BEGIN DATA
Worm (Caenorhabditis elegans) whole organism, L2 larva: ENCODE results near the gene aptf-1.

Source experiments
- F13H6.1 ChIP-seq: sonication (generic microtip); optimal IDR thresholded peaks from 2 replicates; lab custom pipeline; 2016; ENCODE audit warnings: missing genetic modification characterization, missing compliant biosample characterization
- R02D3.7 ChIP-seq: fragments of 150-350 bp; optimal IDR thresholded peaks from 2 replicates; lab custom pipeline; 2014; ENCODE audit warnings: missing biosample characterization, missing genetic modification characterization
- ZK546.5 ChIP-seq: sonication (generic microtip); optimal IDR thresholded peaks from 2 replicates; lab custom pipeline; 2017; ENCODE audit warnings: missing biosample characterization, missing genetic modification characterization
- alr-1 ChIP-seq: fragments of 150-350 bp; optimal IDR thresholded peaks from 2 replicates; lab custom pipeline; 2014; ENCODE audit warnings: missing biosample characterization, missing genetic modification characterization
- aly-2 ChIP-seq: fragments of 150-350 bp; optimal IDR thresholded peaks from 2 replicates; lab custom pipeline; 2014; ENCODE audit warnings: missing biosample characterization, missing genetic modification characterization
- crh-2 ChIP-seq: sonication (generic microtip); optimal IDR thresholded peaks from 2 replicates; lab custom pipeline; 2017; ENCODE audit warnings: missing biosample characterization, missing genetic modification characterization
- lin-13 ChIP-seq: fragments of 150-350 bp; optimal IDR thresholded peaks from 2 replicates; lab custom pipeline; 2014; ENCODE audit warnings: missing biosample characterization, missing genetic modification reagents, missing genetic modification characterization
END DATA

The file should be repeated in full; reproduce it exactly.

Worm (Caenorhabditis elegans) whole organism, L2 larva: ENCODE results near the gene aptf-1.

Source experiments
- F13H6.1 ChIP-seq: sonication (generic microtip); optimal IDR thresholded peaks from 2 replicates; lab custom pipeline; 2016; ENCODE audit warnings: missing genetic modification characterization, missing compliant biosample characterization
- R02D3.7 ChIP-seq: fragments of 150-350 bp; optimal IDR thresholded peaks from 2 replicates; lab custom pipeline; 2014; ENCODE audit warnings: missing biosample characterization, missing genetic modification characterization
- ZK546.5 ChIP-seq: sonication (generic microtip); optimal IDR thresholded peaks from 2 replicates; lab custom pipeline; 2017; ENCODE audit warnings: missing biosample characterization, missing genetic modification characterization
- alr-1 ChIP-seq: fragments of 150-350 bp; optimal IDR thresholded peaks from 2 replicates; lab custom pipeline; 2014; ENCODE audit warnings: missing biosample characterization, missing genetic modification characterization
- aly-2 ChIP-seq: fragments of 150-350 bp; optimal IDR thresholded peaks from 2 replicates; lab custom pipeline; 2014; ENCODE audit warnings: missing biosample characterization, missing genetic modification characterization
- crh-2 ChIP-seq: sonication (generic microtip); optimal IDR thresholded peaks from 2 replicates; lab custom pipeline; 2017; ENCODE audit warnings: missing biosample characterization, missing genetic modification characterization
- lin-13 ChIP-seq: fragments of 150-350 bp; optimal IDR thresholded peaks from 2 replicates; lab custom pipeline; 2014; ENCODE audit warnings: missing biosample characterization, missing genetic modification reagents, missing genetic modification characterization